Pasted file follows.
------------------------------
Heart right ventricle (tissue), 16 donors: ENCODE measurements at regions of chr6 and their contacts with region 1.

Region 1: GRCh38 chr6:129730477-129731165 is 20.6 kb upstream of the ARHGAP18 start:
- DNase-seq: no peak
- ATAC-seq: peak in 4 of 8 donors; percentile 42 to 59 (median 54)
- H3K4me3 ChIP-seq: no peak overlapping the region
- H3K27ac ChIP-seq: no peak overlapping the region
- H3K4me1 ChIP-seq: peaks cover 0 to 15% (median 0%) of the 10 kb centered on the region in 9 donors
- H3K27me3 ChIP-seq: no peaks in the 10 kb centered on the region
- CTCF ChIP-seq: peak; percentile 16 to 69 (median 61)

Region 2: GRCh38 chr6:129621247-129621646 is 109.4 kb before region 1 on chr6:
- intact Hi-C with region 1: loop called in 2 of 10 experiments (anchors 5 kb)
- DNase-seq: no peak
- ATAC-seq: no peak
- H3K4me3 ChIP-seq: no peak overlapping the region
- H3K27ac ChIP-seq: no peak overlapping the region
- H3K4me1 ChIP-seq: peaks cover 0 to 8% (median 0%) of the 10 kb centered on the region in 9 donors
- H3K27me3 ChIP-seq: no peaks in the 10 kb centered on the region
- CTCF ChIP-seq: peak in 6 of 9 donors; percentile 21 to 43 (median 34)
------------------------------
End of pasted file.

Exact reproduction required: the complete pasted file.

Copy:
Heart right ventricle (tissue), 16 donors: ENCODE measurements at regions of chr6 and their contacts with region 1.

Region 1: GRCh38 chr6:129730477-129731165 is 20.6 kb upstream of the ARHGAP18 start:
- DNase-seq: no peak
- ATAC-seq: peak in 4 of 8 donors; percentile 42 to 59 (median 54)
- H3K4me3 ChIP-seq: no peak overlapping the region
- H3K27ac ChIP-seq: no peak overlapping the region
- H3K4me1 ChIP-seq: peaks cover 0 to 15% (median 0%) of the 10 kb centered on the region in 9 donors
- H3K27me3 ChIP-seq: no peaks in the 10 kb centered on the region
- CTCF ChIP-seq: peak; percentile 16 to 69 (median 61)

Region 2: GRCh38 chr6:129621247-129621646 is 109.4 kb before region 1 on chr6:
- intact Hi-C with region 1: loop called in 2 of 10 experiments (anchors 5 kb)
- DNase-seq: no peak
- ATAC-seq: no peak
- H3K4me3 ChIP-seq: no peak overlapping the region
- H3K27ac ChIP-seq: no peak overlapping the region
- H3K4me1 ChIP-seq: peaks cover 0 to 8% (median 0%) of the 10 kb centered on the region in 9 donors
- H3K27me3 ChIP-seq: no peaks in the 10 kb centered on the region
- CTCF ChIP-seq: peak in 6 of 9 donors; percentile 21 to 43 (median 34)